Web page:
Indonesian telecoms operators are increasingly turning their attention to mergers in a bid to sidestep a lack of allocated spectrum resource in the country that currently threatens to hamper further rapid development in the sector. The Jakarta Post quotes Ministry of Communication and Information Technology (MoCI) postal and information infrastructure chief Muhammad Budi Setiawan as saying that a number of telcos are becoming increasingly frustrated by the lack of bandwidth capacity which has resulted in end users experiencing slow mobile internet speeds as more and more users clamour for broadband access. The MoCI official sees no ‘quick fix’ other than for telcos to merge in order to secure a greater share of the spectrum frequencies that have been assigned to date. In his opinion, industry players in other 2G markets (both GSM and CDMA) have seen consolidation as a simple answer to addressing limited frequency constraints.
Turning to Indonesia’s crowded mobile market, Budi said that: ‘It’s only sufficient for the market to have four operators – three GSM and one CDMA’. However, the domestic mobile landscape is pock-marked by a plethora of GSM and CDMA service providers, each of which is clamouring for their share of precious spectrum. GSM operators include Telkomsel, Indosat, XL Axiata, Axis Indonesia and 3 Indonesia, while CDMA operations are also offered by locally owned firms Bakrie Telecom, TelkomFlexi and Sampoerna Telecommunication Indonesia.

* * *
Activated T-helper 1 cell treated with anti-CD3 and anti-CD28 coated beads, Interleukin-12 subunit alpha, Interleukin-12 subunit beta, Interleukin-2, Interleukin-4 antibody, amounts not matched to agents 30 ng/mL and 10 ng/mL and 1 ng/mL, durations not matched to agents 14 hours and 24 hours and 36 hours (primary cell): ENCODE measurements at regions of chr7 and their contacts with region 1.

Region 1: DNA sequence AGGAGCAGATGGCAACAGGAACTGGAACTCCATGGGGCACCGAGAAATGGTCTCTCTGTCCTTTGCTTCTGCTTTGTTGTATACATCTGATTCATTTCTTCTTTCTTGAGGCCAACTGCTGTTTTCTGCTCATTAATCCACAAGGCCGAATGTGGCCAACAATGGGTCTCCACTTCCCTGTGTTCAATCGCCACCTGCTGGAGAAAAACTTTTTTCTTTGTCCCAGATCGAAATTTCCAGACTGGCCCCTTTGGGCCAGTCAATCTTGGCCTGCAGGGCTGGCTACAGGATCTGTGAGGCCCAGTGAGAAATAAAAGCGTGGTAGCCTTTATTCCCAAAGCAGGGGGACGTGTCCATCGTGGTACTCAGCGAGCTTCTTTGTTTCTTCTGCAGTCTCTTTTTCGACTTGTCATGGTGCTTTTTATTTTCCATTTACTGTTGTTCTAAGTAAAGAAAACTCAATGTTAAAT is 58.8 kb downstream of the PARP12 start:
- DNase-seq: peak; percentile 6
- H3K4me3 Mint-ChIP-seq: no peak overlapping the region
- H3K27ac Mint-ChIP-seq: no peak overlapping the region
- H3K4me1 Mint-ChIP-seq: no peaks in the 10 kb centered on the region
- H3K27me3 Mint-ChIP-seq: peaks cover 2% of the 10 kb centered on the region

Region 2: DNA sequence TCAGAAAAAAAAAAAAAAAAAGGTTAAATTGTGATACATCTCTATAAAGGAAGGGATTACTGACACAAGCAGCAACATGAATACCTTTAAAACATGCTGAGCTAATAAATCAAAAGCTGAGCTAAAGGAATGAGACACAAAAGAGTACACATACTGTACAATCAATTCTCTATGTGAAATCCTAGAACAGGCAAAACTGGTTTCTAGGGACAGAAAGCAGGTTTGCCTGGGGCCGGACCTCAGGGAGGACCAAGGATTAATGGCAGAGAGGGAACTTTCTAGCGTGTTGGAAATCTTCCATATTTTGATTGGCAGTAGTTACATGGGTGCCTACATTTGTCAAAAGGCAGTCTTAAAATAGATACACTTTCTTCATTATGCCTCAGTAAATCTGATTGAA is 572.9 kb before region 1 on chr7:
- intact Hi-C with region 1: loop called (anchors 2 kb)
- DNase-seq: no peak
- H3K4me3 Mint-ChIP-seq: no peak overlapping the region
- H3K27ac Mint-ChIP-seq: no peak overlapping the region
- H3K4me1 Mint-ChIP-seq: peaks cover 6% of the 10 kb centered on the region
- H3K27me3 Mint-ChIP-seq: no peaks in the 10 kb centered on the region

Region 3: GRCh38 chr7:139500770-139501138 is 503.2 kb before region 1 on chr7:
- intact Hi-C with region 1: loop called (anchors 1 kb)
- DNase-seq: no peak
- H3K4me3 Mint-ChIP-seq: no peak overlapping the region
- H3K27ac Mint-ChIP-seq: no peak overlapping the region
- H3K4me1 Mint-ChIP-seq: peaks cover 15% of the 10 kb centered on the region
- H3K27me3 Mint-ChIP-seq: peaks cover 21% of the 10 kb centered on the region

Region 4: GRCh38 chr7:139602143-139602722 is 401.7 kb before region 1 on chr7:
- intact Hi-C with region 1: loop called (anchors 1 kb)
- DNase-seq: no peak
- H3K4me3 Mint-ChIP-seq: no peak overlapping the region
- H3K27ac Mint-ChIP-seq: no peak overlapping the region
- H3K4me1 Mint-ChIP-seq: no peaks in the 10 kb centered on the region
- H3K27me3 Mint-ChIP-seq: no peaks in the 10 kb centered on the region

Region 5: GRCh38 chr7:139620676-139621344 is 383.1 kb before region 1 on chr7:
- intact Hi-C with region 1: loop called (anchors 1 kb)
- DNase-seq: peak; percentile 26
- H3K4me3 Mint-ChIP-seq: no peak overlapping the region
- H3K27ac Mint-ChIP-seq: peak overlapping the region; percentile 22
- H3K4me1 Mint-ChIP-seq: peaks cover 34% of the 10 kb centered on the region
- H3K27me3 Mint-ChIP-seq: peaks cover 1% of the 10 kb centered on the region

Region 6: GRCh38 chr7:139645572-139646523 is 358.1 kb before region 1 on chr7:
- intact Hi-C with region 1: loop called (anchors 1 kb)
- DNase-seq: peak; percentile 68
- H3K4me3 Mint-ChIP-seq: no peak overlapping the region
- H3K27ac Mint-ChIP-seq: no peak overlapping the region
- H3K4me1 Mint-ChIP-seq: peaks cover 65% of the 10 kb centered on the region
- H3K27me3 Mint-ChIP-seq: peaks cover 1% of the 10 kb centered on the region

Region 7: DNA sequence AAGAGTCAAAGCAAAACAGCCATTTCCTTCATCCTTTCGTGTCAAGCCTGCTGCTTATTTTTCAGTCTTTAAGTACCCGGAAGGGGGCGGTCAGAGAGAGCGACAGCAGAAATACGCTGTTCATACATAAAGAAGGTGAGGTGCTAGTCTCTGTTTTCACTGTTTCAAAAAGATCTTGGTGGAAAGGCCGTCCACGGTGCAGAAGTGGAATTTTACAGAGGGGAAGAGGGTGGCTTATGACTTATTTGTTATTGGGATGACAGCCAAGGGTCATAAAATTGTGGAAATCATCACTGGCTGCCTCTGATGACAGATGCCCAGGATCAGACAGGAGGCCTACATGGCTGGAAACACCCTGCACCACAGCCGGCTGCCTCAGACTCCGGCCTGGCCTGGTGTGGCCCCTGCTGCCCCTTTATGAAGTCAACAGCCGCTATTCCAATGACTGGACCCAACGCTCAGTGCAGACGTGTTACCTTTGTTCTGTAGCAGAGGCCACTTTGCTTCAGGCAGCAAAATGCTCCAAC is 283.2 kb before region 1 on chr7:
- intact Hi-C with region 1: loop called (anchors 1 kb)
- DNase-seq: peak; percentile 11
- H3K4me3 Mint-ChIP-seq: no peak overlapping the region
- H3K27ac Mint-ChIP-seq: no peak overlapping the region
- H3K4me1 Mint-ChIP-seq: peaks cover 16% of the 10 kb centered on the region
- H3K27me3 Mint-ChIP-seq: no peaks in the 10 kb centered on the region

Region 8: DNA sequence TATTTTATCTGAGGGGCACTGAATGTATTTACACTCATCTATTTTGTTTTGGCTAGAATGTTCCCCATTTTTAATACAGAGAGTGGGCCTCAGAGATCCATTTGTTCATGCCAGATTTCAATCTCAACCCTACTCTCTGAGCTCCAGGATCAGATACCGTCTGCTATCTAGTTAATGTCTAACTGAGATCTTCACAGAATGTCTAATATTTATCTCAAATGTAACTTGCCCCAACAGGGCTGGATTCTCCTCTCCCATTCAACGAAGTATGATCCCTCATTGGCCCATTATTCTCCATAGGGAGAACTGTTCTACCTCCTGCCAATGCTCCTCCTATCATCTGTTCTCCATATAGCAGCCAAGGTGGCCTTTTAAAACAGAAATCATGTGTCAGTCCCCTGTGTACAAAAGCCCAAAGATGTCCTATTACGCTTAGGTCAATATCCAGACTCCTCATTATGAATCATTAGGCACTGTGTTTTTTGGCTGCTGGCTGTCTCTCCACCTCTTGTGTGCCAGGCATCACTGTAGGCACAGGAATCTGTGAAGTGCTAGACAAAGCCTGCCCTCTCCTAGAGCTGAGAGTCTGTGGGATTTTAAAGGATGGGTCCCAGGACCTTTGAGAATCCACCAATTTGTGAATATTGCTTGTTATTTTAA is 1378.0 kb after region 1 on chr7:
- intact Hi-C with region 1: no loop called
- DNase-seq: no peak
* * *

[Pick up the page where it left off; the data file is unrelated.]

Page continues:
Local industry watchers suggest that as a consequence of frequency shortages in Indonesia, the market – when compared to other countries – has suffered from their being too many small players which has resulted in cut-throat competition, both for customers and for mobile frequencies.
In March 2013 the MoCI awarded additional blocks of 3G mobile spectrum, but only Telkomsel and XL Axiata were successful, leaving the three other applicants empty handed. The process was run as a ‘beauty contest’ and saw Telkomsel, which is 65% owned by Telkom Indonesia, winning spectrum at 1970MHz-1975MHz, while XL Axiata was the runner up with spectrum at 1975MHz-1980MHz. However, since then XL Axiata has said its 3G allocation is ‘insufficient’, prompting it to consider a bid to take control of Axis Indonesia – the fourth biggest player with two blocks of spectrum. If successful in its takeover bid, XL Axiata would leapfrog Indosat to become Indonesia’s second-biggest cellco after Telkomsel.